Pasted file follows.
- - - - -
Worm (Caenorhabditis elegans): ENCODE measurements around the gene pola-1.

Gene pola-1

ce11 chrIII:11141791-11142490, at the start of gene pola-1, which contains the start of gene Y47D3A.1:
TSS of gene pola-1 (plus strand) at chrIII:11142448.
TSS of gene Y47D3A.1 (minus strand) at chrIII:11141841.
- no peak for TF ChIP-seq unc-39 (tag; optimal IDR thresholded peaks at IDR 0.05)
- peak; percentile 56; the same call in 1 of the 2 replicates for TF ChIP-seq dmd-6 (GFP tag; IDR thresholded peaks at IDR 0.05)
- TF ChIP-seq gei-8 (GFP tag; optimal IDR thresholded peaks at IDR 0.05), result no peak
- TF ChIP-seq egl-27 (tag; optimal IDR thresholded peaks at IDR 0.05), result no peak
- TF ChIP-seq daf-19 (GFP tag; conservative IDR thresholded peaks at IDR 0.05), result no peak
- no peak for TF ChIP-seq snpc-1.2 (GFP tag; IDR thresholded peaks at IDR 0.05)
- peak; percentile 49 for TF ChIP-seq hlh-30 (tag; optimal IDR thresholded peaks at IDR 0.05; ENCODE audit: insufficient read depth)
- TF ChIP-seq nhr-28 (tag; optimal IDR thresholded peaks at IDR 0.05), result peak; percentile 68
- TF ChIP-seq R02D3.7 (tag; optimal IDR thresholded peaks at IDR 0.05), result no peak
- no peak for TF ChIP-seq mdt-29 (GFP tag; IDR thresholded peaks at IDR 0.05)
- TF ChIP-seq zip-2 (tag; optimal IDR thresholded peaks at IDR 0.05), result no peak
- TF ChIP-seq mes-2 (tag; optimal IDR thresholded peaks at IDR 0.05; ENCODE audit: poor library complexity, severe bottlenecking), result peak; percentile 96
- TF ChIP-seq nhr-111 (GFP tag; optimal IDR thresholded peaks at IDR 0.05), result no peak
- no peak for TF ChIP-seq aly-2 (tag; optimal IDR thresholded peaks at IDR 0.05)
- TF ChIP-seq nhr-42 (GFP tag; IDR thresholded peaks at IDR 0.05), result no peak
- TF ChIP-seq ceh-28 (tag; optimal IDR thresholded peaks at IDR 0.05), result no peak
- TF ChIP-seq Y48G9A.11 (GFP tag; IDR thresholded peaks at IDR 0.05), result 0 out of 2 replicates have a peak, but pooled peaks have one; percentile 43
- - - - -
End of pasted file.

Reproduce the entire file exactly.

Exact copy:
Worm (Caenorhabditis elegans): ENCODE measurements around the gene pola-1.

Gene pola-1

ce11 chrIII:11141791-11142490, at the start of gene pola-1, which contains the start of gene Y47D3A.1:
TSS of gene pola-1 (plus strand) at chrIII:11142448.
TSS of gene Y47D3A.1 (minus strand) at chrIII:11141841.
- no peak for TF ChIP-seq unc-39 (tag; optimal IDR thresholded peaks at IDR 0.05)
- peak; percentile 56; the same call in 1 of the 2 replicates for TF ChIP-seq dmd-6 (GFP tag; IDR thresholded peaks at IDR 0.05)
- TF ChIP-seq gei-8 (GFP tag; optimal IDR thresholded peaks at IDR 0.05), result no peak
- TF ChIP-seq egl-27 (tag; optimal IDR thresholded peaks at IDR 0.05), result no peak
- TF ChIP-seq daf-19 (GFP tag; conservative IDR thresholded peaks at IDR 0.05), result no peak
- no peak for TF ChIP-seq snpc-1.2 (GFP tag; IDR thresholded peaks at IDR 0.05)
- peak; percentile 49 for TF ChIP-seq hlh-30 (tag; optimal IDR thresholded peaks at IDR 0.05; ENCODE audit: insufficient read depth)
- TF ChIP-seq nhr-28 (tag; optimal IDR thresholded peaks at IDR 0.05), result peak; percentile 68
- TF ChIP-seq R02D3.7 (tag; optimal IDR thresholded peaks at IDR 0.05), result no peak
- no peak for TF ChIP-seq mdt-29 (GFP tag; IDR thresholded peaks at IDR 0.05)
- TF ChIP-seq zip-2 (tag; optimal IDR thresholded peaks at IDR 0.05), result no peak
- TF ChIP-seq mes-2 (tag; optimal IDR thresholded peaks at IDR 0.05; ENCODE audit: poor library complexity, severe bottlenecking), result peak; percentile 96
- TF ChIP-seq nhr-111 (GFP tag; optimal IDR thresholded peaks at IDR 0.05), result no peak
- no peak for TF ChIP-seq aly-2 (tag; optimal IDR thresholded peaks at IDR 0.05)
- TF ChIP-seq nhr-42 (GFP tag; IDR thresholded peaks at IDR 0.05), result no peak
- TF ChIP-seq ceh-28 (tag; optimal IDR thresholded peaks at IDR 0.05), result no peak
- TF ChIP-seq Y48G9A.11 (GFP tag; IDR thresholded peaks at IDR 0.05), result 0 out of 2 replicates have a peak, but pooled peaks have one; percentile 43